DENVER — The city of Denver doesn't have enough people to answer 911 calls.
The reasons for dispatchers leaving are layered, but the list includes callers becoming increasingly nasty on the phone.
Aimee Lurie has worked as an emergency communications technician in Denver for five years. At the beginning of the COVID pandemic when people were told to stay home, she said people started calling 911 about their neighbors who were out socially distanced chatting or letting their kids play out in the streets.
She remembers one caller in particular.
"We did have one woman who liked to call us and tell us her neighbor went to Taco Bell a couple times during the week and during one particular day," she said.
But the deeper we got into the pandemic, the calls started taking a darker turn.
"There was an increase in harsh language, impatience," said Andrew Dameron, the director of emergency communications for Denver, who said callers have also used racial slurs.
Dispatchers started leaving in droves, to the point the dispatch center is at around half the staffing it ideally needs.
With violent crime up, dispatchers are taking more intense calls back to back.
The so-called "Great Resignation" took its toll, as well, with people leaving for different opportunities, more money or different lifestyles.
Then there's the fact that some dispatchers are tired of being yelled at, even with their training to take calls during someone's worst and most stressful moments.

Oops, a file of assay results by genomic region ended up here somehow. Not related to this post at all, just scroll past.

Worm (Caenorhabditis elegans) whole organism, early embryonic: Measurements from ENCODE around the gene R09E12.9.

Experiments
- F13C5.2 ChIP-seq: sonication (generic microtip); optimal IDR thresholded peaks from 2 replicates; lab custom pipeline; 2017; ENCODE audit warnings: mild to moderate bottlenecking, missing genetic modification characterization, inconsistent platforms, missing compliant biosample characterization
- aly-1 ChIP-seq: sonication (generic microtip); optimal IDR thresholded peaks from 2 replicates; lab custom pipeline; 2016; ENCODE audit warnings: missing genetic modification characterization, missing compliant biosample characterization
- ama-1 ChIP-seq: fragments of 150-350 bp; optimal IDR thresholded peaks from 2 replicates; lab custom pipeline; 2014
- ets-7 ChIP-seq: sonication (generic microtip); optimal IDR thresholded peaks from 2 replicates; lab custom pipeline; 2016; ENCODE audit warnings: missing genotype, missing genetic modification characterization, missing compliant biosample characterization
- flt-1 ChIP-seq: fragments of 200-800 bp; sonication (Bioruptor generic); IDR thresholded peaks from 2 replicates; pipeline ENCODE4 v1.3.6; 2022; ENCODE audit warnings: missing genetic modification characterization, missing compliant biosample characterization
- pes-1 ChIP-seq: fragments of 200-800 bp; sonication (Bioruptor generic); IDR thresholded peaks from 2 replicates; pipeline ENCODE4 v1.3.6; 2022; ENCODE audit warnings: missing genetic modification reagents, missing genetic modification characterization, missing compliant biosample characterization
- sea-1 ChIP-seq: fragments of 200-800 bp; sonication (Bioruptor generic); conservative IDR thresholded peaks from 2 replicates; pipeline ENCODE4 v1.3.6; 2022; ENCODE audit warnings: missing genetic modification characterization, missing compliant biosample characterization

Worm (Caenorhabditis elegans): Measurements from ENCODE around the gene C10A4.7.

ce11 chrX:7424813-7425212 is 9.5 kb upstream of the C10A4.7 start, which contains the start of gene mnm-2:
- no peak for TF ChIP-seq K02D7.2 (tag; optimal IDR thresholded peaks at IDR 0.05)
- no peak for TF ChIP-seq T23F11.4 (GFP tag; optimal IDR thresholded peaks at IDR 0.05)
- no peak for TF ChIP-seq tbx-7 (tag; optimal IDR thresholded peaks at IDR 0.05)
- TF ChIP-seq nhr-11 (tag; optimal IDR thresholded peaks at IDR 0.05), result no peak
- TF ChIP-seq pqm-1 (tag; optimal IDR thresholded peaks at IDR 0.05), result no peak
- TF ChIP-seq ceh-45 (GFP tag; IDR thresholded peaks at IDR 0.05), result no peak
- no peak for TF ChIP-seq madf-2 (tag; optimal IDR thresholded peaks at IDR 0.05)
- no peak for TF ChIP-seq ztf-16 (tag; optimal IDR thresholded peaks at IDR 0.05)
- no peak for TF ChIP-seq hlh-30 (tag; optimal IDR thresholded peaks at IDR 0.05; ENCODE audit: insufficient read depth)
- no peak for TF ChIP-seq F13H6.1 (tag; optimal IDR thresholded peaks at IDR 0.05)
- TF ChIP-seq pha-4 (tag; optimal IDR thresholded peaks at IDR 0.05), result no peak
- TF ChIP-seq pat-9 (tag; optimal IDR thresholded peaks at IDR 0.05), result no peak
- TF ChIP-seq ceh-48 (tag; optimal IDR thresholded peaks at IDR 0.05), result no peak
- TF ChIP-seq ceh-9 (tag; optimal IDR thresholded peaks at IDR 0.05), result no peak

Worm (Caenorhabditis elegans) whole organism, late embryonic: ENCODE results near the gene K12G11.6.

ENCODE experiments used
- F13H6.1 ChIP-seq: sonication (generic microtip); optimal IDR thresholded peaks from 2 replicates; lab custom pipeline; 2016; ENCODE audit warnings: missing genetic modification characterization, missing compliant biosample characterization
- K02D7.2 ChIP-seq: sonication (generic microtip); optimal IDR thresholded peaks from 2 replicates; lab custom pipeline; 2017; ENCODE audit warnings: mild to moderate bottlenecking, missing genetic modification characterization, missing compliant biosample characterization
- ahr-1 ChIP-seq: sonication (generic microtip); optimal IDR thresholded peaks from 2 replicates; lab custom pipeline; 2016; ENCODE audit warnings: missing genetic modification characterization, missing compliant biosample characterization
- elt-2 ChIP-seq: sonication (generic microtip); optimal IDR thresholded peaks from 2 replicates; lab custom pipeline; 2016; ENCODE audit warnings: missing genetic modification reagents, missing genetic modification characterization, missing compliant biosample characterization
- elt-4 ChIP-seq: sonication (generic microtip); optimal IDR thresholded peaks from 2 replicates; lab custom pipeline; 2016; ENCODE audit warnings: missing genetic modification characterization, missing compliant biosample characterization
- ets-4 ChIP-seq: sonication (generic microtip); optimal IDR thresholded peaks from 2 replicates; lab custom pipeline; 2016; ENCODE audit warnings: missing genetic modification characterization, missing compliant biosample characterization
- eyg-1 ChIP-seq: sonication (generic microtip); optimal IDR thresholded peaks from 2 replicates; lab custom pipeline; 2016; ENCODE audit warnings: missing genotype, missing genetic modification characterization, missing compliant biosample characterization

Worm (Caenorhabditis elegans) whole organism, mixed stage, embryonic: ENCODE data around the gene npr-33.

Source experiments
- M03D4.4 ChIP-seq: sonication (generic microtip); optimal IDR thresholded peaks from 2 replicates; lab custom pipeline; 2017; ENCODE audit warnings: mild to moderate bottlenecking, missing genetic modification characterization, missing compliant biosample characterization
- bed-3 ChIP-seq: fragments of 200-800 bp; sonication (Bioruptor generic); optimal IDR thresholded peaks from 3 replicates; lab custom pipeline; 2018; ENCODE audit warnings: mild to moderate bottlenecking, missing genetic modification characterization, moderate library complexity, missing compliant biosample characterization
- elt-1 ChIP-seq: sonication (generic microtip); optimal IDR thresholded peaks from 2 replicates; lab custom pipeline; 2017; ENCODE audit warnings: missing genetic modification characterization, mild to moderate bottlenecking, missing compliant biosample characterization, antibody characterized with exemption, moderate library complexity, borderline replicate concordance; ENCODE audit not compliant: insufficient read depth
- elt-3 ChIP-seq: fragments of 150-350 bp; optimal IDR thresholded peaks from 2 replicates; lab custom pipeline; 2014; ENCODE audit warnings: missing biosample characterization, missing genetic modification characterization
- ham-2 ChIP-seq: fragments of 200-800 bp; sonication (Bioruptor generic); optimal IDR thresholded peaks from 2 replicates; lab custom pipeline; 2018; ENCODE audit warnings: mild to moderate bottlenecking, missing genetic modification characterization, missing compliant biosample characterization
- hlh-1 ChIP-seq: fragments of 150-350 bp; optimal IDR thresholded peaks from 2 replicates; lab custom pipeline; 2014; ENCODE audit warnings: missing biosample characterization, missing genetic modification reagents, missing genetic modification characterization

This is having a serious impact.
"911 calls are sitting on hold before a call taker can get to them [from] time to time," said Dameron. "It's not something that should ever happen but unfortunately, it's the situation we are in right now."
It's not every call and sometimes the hold lasts for a few seconds, but it is happening on a daily basis, according to Dameron.
He said that's why some people are hearing a recorded call asking people to stay on the line.
"Across all industries, we're struggling to find a good outlet collectively," said Dameron. "It's not the fault of the people of Denver, it's the space we are in right now. The 911 folks are feeling it and have felt it."
In September, the city increased pay from $20.20 to $24 an hour, which helped with retention.
They're also bringing in service dogs, massage therapists and a fancier coffee machine.
The city is also streamlining recruiting process.
Dameron said it will take several academies to catch up on staffing since training is six months long.
"Dispatchers give them an intersection they can pinpoint it in their mind," he said. "It takes time to learn those skills."
Dameron said they are also interviewing for a work from home position that would help take in non-emergency calls.
The city is also working to expand their nurse line from a couple dozen calls a month to as much as 1,600 a month.
This line is for those who call in with a medical need that's not an emergency and can be transferred to a nurse. This nurse can help that caller, connecting them to the right resources instead of automatically calling in an ambulance and being taken to the emergency room.
Dameron said this could help people who don't have a primary care physician, and a lack of good insurance. He also said typically if there is a health care need, there are usually other needs too like food and housing and this line could help connect folks to those resources.
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